Fileless attacks do not rely on installing new software but use legitimate applications in the OS. An advanced volatile threat (AVT) does not write itself onto the hard drive but stays in the memory and is deleted once the system is reset. And it can be paired with other malware types to deliver multiple payloads.

All this means that regular anti-virus tools are less likely to become more successful. So what can be done to mitigate the likelihood of becoming a victim to a fileless attack? Read more

UK Councils Must Get Their Cyber Security ‘Act Together’

UK councils must get their cyber security ‘act together’ according to Colin Tankard, Managing Director of data security company, Digital Pathways

Human beings are always the weakest link in the cyber security arena and the only way to stop this is by providing excellent training and awareness programmes, according to Tankard.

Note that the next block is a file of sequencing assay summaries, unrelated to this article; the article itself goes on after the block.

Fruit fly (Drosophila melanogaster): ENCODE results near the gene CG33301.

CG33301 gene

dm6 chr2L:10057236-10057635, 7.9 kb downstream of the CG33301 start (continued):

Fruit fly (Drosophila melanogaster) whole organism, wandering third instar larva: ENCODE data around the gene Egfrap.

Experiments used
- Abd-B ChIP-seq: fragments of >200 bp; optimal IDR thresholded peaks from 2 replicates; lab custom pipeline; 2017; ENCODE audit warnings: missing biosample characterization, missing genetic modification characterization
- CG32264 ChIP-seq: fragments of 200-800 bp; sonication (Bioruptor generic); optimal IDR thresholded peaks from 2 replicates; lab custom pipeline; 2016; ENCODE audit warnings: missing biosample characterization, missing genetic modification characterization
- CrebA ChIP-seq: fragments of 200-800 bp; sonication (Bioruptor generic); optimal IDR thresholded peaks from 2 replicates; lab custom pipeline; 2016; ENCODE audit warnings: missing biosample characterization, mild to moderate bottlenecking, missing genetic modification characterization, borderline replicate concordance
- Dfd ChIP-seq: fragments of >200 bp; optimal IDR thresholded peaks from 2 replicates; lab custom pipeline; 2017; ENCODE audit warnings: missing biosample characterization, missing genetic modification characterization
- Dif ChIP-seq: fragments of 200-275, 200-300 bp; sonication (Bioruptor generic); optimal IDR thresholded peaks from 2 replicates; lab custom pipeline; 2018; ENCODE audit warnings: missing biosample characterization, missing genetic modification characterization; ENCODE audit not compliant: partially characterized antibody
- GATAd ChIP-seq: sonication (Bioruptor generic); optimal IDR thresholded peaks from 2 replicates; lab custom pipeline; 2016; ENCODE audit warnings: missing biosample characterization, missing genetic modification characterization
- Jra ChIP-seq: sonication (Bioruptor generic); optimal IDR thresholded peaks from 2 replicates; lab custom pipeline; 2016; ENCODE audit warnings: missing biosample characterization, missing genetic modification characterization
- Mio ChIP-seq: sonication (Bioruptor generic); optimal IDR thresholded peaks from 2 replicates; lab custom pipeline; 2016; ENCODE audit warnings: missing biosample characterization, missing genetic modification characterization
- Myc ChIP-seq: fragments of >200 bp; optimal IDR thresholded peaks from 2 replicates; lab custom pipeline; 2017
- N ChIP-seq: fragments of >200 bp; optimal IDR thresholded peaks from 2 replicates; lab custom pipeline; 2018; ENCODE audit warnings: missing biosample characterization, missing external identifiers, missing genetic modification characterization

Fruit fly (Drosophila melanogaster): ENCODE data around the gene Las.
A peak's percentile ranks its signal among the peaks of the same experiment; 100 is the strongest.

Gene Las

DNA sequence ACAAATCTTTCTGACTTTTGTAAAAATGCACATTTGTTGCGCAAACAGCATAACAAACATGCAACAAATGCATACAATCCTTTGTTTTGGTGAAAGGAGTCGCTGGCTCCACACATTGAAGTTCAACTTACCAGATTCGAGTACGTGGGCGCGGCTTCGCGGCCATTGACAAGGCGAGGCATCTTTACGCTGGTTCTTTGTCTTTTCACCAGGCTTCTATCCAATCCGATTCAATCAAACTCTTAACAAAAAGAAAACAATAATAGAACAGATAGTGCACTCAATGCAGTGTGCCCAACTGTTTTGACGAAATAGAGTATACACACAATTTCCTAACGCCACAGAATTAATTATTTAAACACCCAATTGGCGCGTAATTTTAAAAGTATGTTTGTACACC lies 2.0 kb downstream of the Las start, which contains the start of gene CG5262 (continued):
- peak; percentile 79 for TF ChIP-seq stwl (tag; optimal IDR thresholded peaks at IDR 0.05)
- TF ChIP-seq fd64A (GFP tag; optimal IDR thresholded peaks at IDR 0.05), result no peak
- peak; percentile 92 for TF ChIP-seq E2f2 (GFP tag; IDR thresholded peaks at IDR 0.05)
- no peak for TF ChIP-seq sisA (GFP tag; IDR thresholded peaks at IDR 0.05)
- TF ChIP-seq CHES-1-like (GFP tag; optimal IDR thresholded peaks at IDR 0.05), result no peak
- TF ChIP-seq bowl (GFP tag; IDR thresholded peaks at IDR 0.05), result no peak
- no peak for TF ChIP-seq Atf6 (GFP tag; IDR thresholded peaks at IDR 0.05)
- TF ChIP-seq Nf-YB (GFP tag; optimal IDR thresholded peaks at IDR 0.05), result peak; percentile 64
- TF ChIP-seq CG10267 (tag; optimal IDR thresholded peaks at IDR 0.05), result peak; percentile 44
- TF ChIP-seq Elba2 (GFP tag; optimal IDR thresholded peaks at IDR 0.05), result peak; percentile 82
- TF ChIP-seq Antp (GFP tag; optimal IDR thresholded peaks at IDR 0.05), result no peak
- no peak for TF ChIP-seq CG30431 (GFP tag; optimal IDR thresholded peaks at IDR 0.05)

He says, “My experience of working with these organisations is that, more often than not, the data owners or managers of departments do not consider who has access to their data and they leave the decisions to the IT Department expecting them to know who can access the data and what they can do with it. Then, when things so wrong, it is the IT staff that get the blame. This is wholly inadequate and short-sited.”

Read more

Tackling Push Payment Scams

The Payment Systems Regulator (PSR) has announced an industry-wide action plan to tackle push payment scams. A push payment is where a bank or other payment service provider (PSP) is instructed to transfer money from a customer’s account to another account. When a customer gives consent for a transaction to be processed, it becomes an authorised push payment.

Push payment scams are the second biggest cause of payment fraud in the UK, claiming £100m from 19,000 people between January and June 2017 alone. Authorised push payment scams occur when customers are tricked into authorising payments to an account that doesn’t belong to their intended payee.

From a digital security perspective, authorised push payments scams are a type of man-in-the-middle attack. These attacks happen when digital communications between two systems are intercepted by an outsider. There are several forms of man-in-the-middle attack, but two are especially common. Read more